Found my favorite DOS editor

Doug Jackson doug at
Tue Sep 28 23:07:39 CDT 2021

I spent years working in field service, and this was a conversation I had
multiple times per day...

Me: Silently types 'vi <blah>' or 'edlin <blah>' depending on the platform
Client:  Wow you still use <insert name here> - You should use Qedit12005b
its the best!
me:  But the next client I visit won't have  Qedit12005b, so I would have
to install it.
Client:  .........

Got monotonous after a bit.

Kindest regards,

Doug Jackson

On Wed, 29 Sept 2021 at 13:58, Chuck Guzis via cctalk <cctalk at>

> On 9/28/21 8:37 PM, John Herron via cctalk wrote:
> > For those of you who wrote your own editors. How did you display special
> > ASCII characters? Years ago, In highschool I tried writing a hex editor
> (in
> > qbasic so this may have been the problem) but when display anything that
> > had a function like chr 07 it would activate instead of display. I gave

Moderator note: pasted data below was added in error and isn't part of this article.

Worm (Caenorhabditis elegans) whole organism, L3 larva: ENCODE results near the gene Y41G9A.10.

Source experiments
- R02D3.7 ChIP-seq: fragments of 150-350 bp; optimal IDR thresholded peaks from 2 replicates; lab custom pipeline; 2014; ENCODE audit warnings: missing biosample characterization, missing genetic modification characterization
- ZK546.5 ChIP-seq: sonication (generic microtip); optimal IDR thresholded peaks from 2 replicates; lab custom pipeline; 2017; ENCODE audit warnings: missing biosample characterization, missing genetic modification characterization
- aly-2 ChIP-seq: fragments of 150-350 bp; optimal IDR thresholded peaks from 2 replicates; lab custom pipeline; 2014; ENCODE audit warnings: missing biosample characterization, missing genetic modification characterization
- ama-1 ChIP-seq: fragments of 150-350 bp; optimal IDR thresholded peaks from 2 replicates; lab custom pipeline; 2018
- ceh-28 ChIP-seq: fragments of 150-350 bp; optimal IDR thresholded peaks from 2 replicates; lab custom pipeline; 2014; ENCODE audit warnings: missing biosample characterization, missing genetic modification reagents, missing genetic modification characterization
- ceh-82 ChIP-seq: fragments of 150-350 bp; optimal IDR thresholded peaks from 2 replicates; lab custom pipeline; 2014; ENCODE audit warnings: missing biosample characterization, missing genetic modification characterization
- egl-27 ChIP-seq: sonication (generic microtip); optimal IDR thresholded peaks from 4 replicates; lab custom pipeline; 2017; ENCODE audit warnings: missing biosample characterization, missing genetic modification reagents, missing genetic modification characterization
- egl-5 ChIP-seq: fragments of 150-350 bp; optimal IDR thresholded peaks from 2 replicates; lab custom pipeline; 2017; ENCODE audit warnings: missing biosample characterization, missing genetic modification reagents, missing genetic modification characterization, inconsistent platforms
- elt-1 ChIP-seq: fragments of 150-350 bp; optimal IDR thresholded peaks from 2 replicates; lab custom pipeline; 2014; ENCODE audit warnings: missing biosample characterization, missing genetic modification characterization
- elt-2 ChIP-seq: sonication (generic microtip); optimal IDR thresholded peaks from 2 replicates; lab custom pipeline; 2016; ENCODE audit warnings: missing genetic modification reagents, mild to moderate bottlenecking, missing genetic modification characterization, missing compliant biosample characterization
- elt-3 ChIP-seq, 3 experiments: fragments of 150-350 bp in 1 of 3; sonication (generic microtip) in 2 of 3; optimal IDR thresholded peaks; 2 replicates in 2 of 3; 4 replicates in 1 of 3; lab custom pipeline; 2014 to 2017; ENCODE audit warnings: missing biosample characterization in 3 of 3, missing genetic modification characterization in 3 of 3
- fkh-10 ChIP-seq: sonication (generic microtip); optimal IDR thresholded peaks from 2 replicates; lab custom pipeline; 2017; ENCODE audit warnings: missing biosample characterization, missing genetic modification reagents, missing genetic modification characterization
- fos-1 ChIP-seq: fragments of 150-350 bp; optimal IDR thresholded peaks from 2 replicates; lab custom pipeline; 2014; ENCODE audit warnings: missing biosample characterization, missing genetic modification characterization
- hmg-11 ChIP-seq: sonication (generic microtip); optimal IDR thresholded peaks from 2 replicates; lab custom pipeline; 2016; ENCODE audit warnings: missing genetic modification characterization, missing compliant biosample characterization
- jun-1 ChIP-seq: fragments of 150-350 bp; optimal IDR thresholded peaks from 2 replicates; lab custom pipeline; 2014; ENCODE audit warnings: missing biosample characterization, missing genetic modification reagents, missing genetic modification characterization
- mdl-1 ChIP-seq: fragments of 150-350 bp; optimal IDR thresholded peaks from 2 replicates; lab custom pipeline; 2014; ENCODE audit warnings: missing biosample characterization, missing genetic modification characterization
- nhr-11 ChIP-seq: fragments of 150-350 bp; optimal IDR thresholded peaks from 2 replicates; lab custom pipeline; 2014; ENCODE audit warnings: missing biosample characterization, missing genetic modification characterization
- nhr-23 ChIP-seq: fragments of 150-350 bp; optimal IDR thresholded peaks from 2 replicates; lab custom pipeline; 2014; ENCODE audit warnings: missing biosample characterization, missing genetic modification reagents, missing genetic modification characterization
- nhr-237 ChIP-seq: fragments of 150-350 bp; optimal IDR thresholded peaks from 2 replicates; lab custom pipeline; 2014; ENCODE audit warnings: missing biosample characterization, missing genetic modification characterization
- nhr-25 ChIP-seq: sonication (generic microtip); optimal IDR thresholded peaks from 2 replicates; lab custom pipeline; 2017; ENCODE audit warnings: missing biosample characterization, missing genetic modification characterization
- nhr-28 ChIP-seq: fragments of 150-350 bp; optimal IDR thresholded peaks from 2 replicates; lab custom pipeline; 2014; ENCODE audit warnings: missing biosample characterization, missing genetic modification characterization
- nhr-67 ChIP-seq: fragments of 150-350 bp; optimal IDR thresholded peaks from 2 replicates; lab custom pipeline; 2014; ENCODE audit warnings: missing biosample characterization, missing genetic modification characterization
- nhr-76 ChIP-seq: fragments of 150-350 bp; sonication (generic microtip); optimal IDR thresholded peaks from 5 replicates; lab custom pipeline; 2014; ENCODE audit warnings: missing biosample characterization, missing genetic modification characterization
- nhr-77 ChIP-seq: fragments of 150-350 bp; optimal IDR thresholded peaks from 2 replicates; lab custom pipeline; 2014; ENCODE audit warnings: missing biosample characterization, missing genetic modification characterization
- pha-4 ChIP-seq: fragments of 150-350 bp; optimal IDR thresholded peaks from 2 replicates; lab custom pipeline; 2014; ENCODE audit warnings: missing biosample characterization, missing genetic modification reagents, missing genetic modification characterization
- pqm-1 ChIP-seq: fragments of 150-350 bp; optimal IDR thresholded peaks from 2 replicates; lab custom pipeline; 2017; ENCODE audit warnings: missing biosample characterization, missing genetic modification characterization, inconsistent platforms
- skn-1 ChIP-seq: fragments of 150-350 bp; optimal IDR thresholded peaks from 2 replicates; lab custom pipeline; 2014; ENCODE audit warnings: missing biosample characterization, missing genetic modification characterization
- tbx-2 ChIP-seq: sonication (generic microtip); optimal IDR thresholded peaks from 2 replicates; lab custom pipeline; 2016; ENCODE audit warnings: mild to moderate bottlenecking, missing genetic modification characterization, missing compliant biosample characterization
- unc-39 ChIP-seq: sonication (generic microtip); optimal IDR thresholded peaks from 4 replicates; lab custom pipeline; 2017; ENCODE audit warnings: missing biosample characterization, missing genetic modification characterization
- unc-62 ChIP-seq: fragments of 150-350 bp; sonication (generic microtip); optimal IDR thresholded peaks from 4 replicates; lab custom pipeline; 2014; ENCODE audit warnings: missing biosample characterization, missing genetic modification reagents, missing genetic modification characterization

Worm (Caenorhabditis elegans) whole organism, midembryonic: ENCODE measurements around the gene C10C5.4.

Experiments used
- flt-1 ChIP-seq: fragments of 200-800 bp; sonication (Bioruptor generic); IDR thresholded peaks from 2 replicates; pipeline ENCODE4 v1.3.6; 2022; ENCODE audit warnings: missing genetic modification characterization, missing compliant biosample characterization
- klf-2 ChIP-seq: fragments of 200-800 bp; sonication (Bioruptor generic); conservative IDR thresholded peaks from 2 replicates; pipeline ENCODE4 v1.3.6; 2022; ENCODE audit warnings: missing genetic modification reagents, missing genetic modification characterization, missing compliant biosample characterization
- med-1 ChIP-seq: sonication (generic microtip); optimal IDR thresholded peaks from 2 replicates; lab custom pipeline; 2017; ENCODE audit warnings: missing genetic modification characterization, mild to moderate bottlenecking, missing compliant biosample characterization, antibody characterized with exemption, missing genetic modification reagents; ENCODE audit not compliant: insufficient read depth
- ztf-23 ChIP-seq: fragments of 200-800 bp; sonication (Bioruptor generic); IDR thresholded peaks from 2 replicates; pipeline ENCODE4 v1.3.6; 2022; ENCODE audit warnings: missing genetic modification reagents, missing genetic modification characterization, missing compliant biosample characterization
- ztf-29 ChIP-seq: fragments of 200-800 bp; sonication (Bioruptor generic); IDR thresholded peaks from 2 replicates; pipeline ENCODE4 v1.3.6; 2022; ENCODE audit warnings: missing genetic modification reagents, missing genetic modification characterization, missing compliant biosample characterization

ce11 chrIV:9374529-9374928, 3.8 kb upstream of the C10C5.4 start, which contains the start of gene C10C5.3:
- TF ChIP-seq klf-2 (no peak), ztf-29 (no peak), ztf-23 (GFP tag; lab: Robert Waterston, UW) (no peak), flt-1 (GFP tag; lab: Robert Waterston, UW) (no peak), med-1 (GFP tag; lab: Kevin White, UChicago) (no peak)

> up
> > since I couldn't figure it out other than writing directly to video
> memory.
> >
> > On Tue, Sep 28, 2021, 8:13 PM Van Snyder via cctalk <
> cctalk at>
> > wrote:
> >
> >> On Tue, 2021-09-28 at 15:49 -0700, Guy Sotomayor via cctalk wrote:
> >>> Since EMACS has a full programming language (elisp), you can write
> >>> anything you want in it (mail readers, browsers, calendar apps, other
> >>> editors, etc)
> >>
> >> Years ago, one of my colleagues showed me a pocket reference card
> >> jesting about "hello world."
> >>
> >> At the end of the description of "GNU hello" was a remark "and like any
> >> self-respecting program, it has a built-in mail reader."
> Mine was in assembly and Ctrol-V signified a literal character, no
> matter what it was.  Wordstar has a similar feature, IIRC.
> Of course, all of the I/O string handling was count+data, not "delimeted
> by null", so that made it easier.
> --Chuck

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